Keep a close eye on uneven pavements and paths as you’re walking around the country; pictured: the Kaali crater © Visit Estonia
Walking plays a major part of any tour in Estonia. Both in the towns and in the countryside many sites can only be reached and appreciated in this way. Whilst roads are usually well maintained, pavements rarely are, so be constantly on the lookout for pot-holes, ill-fitting manhole covers and loose paving slabs or cobbles. In winter, falling or dripping icicles are a further hazard but the accompanying sunshine that usually gives rise to this provides ample compensation. Town streets are well lit at night, important in midwinter when there are only six to seven hours of daylight. Crime is less of a problem than in many other European countries and is very rare outside Tallinn.
Passports and unneeded valuables should be left in hotels; take the obvious precautions of dressing modestly and not flaunting money. Car theft is a problem at night so always use the guarded car park that most hotels have.
Estonian women might still have to do the majority of domestic chores at home, but at work and on the street they are equal. They can go to bars together, dress as they want and, with the high rate of divorce now prevalent, many live on their own, or often as a single parent. Women are in no more or less danger than men; pickpockets in tourist areas are opportunists on the lookout for anybody of either sex who they can take advantage of. Whether you are male or female, you are equally as vulnerable if you leave a bar after a few too many at 03.00.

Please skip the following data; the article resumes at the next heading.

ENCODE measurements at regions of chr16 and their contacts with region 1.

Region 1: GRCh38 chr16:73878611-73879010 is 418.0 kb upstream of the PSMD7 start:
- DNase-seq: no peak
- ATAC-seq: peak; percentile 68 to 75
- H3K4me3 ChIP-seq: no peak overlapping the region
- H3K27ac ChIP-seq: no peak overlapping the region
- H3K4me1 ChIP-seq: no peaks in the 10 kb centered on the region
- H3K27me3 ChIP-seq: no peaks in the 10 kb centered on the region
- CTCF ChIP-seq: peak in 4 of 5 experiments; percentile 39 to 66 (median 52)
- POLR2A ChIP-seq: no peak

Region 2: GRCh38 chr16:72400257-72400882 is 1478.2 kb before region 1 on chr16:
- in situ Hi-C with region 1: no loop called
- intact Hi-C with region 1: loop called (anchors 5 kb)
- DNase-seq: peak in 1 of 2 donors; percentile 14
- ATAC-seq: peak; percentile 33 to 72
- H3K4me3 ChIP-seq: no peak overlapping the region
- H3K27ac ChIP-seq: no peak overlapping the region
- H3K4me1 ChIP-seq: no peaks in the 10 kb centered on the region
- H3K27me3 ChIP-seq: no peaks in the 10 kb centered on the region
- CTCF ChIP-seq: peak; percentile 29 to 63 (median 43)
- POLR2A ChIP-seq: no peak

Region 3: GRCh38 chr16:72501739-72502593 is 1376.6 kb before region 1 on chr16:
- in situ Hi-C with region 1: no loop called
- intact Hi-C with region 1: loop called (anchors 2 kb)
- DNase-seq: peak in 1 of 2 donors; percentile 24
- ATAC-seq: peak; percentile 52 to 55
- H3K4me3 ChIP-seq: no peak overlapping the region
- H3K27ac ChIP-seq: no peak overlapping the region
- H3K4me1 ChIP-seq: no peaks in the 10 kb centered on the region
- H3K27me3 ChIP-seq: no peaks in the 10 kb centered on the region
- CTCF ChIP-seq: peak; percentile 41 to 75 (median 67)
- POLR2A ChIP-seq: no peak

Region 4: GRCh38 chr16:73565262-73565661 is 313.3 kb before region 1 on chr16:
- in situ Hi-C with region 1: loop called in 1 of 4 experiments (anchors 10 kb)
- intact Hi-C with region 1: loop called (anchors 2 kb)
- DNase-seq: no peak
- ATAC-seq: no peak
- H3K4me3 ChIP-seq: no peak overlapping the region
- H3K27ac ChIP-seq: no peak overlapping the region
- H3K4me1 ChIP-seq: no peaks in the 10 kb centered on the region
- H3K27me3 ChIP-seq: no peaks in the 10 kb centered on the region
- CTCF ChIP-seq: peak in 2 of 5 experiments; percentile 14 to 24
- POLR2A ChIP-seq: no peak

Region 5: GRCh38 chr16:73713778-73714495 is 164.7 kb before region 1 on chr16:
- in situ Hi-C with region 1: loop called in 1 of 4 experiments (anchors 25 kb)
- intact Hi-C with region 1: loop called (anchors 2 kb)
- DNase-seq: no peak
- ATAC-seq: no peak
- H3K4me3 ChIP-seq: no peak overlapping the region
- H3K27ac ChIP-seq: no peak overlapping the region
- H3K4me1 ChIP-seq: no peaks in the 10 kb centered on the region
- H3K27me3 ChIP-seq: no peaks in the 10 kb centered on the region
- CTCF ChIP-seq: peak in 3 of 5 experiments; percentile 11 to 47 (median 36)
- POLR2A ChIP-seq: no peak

Gay and lesbian travellers
Visitors to Tallinn may be surprised at how limited the gay scene is. Whilst the legal restraints faced by the gay community in Soviet times have all of course been abolished, the hostility has still not been totally eradicated. As a result, open affection outside the few gay clubs is very unusual and visitors are advised to avoid this.
Travelling with children
Estonia is much more child friendly since joining the EU. Facilities on buses and at building entrances have been installed for people with disabilities and these are equally helpful for pushchairs. Restaurants in the suburbs of Tallinn, and in the smaller towns, often have play areas for children as the lower rents there enable the owners to provide them. Tallinn Old Town, with its narrow, steep and cobbled streets, will remain difficult for small children, but elsewhere the flat landscape, the space and the mild summer climate make Estonia an easy destination for travel with children.